The summer settlements consisted of one or two structures of the "longhouse" type and were occupied by one or more related families. Longhouses were about seven metres wide and twenty or thirty metres long. Like Iroquoian longhouses, these were made of poles planted in the ground, then bent together and tied at the top to form an arch and covered with reed mats or bark slabs. Several related families used each house, but most of the day to day activities took place out in the open air. Life during the summer months was likely relatively carefree and people may have moved about visiting relatives and sharing hospitality.

By the fall people began to prepare for the winter months. Bands moved inland to groves of nut trees and stored large quantities of chestnuts, hickory nuts, and walnuts. The nuts, along with dried fish and other foodstuffs, were stored in large, bark lined pits dug deep into the earth. These nut "caches" ensured that enough food was stored away to last the winter months. By late fall, the Western Basin peoples broke into extended family groups and moved inland along small drainages to build a winter house.

The winter house was a compact, five by seven metre structure made of saplings bent together to form a low, domed roof. The "wigwam" was covered with reed mats or bark and had one or two fireplaces near the centre of the floor. The winter was a quiet time for the family and they shared stored food around the fire and told stories and related traditions to pass time and educate children. This was the time when people practised what might be called a form of "human hibernation". Once the ice left the rivers and streams, fish began to move upstream to spawn and the family groups moved to their traditional spring fishing sites and the yearly cycle began once again.

As the population expanded, partly due to corn horticulture, a shift in summer settlement patterns occurred around 1200 A.D. Larger settlements appear at this time that were comprised of several houses and were located one or two kilometres inland from lake shores. Apparently, this was undertaken to provide easy access to sufficient fertile soil for horticultural crops, but also to provide easy access for the continued use of marsh, large river or lake front environments. The pattern of winter family dispersal apparently continued just as during earlier times. By about 1400 A.D., summer settlements evolved into substantial warm weather villages, often with surrounding earthworks and palisades. The development of fortifications is believed to be in response to the westward expansion of the Neutral Iroquoian group into Western Basin territory.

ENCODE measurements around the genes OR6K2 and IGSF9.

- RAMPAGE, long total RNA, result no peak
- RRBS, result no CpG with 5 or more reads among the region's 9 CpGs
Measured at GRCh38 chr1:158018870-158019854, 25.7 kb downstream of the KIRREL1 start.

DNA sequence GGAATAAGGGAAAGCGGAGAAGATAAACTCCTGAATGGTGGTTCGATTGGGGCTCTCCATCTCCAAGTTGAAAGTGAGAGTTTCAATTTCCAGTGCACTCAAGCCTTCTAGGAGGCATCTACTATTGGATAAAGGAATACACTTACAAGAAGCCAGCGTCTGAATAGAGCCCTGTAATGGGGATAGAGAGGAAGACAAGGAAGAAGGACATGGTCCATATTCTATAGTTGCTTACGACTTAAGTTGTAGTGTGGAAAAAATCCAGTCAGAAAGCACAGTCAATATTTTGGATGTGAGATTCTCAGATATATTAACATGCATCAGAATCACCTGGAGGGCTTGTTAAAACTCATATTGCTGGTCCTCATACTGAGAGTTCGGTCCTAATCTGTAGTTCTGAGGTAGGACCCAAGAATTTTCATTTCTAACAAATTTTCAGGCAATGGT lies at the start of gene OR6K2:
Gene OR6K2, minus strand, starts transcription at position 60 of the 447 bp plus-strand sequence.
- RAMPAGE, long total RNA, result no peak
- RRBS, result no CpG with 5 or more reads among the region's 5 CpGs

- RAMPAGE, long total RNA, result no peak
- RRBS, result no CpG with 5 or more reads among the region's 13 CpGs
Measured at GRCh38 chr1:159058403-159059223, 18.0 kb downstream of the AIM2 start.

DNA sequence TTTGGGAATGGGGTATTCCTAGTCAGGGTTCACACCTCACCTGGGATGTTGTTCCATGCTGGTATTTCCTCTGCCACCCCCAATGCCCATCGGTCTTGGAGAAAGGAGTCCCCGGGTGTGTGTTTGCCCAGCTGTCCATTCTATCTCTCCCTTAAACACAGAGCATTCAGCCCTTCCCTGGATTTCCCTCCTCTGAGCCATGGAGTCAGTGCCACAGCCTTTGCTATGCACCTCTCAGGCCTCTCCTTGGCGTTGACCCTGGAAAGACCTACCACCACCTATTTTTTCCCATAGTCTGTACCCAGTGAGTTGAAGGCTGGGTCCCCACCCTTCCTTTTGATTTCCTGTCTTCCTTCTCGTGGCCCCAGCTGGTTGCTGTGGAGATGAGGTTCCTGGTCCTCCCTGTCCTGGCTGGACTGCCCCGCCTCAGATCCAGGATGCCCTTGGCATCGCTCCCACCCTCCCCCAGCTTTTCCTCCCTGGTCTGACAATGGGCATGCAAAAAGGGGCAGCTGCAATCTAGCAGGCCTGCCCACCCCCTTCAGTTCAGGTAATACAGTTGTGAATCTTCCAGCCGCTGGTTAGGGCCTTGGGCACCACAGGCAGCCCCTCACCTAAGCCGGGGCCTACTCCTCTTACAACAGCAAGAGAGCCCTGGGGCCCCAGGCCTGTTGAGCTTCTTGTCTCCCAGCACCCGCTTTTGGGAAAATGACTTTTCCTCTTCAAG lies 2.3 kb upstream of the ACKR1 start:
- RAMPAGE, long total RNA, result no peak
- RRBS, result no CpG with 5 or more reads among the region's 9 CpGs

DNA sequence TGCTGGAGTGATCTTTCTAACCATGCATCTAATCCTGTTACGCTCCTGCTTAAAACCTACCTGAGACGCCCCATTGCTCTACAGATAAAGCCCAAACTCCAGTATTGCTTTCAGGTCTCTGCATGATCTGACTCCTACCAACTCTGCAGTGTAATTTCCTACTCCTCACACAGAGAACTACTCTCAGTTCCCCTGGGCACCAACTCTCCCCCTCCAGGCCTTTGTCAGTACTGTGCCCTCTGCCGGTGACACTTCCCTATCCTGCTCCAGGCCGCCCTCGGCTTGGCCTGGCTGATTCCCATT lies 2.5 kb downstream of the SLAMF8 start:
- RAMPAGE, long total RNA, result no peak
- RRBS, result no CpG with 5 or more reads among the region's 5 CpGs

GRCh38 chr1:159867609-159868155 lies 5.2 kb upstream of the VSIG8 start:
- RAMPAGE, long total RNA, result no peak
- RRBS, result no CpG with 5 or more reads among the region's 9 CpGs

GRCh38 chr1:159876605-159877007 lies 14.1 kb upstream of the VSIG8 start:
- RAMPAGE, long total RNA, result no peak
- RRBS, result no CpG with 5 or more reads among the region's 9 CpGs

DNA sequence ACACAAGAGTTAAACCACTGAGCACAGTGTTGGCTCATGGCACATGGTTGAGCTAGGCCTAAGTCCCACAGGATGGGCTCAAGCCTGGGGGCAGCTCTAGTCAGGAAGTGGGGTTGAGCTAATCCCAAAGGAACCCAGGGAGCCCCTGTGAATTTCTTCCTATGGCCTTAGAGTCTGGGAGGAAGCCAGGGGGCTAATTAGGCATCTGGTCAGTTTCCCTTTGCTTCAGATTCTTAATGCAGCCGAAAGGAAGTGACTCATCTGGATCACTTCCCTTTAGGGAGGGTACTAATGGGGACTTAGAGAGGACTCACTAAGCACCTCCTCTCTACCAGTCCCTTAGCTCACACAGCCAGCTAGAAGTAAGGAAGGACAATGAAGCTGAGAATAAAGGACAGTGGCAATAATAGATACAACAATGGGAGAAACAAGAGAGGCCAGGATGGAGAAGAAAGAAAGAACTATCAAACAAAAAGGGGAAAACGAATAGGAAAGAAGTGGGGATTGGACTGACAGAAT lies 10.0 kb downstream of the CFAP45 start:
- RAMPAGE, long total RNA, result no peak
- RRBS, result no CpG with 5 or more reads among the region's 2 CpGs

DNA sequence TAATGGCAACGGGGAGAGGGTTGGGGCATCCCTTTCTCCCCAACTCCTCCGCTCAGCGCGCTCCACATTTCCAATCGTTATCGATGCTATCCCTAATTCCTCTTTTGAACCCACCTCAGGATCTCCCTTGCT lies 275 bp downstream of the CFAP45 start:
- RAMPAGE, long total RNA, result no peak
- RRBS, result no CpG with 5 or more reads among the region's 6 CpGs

It is by the Late Woodland stage that ethnic identities are known for some of the people who created the prehistoric archaeological sites. The indigenous inhabitants of southwestern Ontario, however, had disappeared by the time European explorers entered the area. Because of the absence of a native population by the contact period, archaeologists can never be absolutely certain who actually lived in southwestern Ontario. On the basis of lifestyle and artifacts though, and similarities to cultures living in Michigan and Ohio, the indigenous inhabitants are thought to be related to speakers of the Central Algonquian language family. Central Algonquian speakers originally inhabited a vast area along the upper Mississippi and Ohio river valleys, and between Lake Huron and Lake Michigan. The Western Basin peoples living in southwestern Ontario were the easternmost Central Algonquian group.

The Neutral were continually expanding to the west over much of the Late Woodland stage and it appears that sometime soon after A.D. 1550, Western Basin peoples were forced to abandon southwestern Ontario. The entire area was not occupied by any Native group until after 1701. The success of the Neutral Iroquois was likely due to their earlier reliance on corn horticulture which resulted in a comparatively larger population by the final centuries prior to European contact. As their population grew, they expanded to the southwest at the expense of the Western Basin Central Algonkians.

This summary of Ontario Archaeology was taken from the Discovering Ontario Archaeology - Speakers Kit. The original texts were written by Jeff Bursey, Hugh Daechsel, Andrew Hinshelwood and Carl Murphy.